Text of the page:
Examples Of Congruence In Counselling

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Person centred counselling According to McLeod (2003) states that “the emphasis is on the client as an expert and the counsellor as a source of reflection and encouragement and this is captured in the designation of the approach as a ‘non-directive’ form of counselling.” Empathy, congruence (genuineness) and acceptance (unconditional positive regard) are known as the three ‘core conditions’. These core conditions are essential for effective counselling. According to Gillon (2007) “from a therapists’ point of view, an empathic attitude is a desire to understand a client’s perceptual world as if it was his or her own”. Meaning that the Therapist must listen and follow what the client is trying to communicate to them and that the therapist tries…show more content…
This condition helps people get the most out of their counselling session and in turn this helps them reach their full potential as they feel valued as the counsellor accepts them for who they are. Congruence is also known as genuineness and according to Rogers “it is the most important attribute in counselling due to the way that it underpins the experiencing of unconditional positive regard and empathy”. Seligman (2006) states that if a counsellor’s body language does not reflect what they are saying, clients will pick up on this and it will reflective on the counsellor client relationship as trust could be lost. Congruence means the counsellor needs to be real and…show more content…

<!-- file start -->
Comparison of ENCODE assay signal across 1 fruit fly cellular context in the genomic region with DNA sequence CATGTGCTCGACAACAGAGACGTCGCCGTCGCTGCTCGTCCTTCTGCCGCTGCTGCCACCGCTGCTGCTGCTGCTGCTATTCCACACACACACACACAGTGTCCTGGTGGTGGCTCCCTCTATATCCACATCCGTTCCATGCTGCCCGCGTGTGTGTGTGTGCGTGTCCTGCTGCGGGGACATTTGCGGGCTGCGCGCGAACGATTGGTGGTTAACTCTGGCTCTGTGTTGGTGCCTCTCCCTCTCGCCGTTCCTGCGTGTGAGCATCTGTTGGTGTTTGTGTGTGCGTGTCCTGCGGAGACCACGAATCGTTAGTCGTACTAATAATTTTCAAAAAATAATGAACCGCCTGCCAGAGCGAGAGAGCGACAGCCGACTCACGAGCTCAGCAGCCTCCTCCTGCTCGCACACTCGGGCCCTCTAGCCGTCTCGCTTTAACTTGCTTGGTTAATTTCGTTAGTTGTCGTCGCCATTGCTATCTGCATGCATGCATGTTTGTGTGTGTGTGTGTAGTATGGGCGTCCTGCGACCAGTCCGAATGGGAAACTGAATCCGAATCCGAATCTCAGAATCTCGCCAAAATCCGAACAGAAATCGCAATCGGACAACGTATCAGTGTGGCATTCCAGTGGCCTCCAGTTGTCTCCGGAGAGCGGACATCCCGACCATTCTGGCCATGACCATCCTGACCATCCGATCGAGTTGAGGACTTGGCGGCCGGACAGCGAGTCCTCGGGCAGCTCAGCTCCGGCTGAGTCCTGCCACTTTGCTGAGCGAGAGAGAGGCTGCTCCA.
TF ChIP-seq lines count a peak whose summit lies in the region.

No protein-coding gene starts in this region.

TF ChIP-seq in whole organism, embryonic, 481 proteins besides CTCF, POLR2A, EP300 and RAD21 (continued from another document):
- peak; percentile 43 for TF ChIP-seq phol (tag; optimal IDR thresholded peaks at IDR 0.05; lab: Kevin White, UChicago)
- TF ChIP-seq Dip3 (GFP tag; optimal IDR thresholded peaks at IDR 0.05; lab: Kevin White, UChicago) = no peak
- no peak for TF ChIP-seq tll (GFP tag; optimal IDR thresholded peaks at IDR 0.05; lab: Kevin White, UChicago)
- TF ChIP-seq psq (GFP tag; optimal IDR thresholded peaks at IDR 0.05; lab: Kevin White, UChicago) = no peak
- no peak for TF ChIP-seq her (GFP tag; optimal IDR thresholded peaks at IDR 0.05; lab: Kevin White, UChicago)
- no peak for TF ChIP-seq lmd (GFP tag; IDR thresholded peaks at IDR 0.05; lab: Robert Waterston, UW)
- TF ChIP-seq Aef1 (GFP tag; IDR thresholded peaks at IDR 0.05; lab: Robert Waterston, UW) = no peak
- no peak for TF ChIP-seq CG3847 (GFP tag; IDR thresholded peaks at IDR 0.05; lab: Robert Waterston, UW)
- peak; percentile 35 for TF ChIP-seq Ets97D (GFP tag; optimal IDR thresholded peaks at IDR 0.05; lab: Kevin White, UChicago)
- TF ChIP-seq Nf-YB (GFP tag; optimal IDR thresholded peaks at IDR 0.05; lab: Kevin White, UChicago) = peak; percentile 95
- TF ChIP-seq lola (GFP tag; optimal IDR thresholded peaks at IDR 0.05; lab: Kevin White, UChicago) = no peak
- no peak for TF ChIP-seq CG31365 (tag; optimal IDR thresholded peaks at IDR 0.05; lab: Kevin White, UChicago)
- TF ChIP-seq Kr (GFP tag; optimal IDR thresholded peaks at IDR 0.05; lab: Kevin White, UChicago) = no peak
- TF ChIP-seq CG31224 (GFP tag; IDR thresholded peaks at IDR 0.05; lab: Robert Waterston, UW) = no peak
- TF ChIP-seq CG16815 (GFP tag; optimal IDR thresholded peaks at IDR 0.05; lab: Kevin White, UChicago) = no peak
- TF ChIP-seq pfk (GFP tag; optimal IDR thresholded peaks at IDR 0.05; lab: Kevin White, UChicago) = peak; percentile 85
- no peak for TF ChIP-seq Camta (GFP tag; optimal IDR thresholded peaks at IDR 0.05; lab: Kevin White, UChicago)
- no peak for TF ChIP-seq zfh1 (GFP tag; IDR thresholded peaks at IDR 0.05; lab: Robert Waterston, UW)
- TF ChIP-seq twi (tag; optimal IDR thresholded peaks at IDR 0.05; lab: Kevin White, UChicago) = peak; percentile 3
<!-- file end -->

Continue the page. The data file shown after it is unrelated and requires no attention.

Self actualisation is another strength to this form of therapy as it “helps the client to fully concentrate on themselves and guide in decision making for growth and develop into an honest, selfless and independent person” according to Mearns (1994). This helps the client to have autonomy, gives them self growth and self acceptance and all of which I feel are necessary for Gloria. Rogers strives on having a good relationship between the client and therapist whereas Ellis believes that this is not necessary for effective counselling session or for personality change. However, the negative side to person-centred counselling could be that the client is not challenged by anyone as the therapist does not give opinions or suggestions. There is no structure to the therapy session and therefore it relies on the client to be heavily involved in the counselling session and this maybe too optimistic for some clients as they are not getting answers, so they may find it hard to progress. According to Seligman (2006) it also “Fails to prepare clients for the real world due to the unconditional positive regard of the

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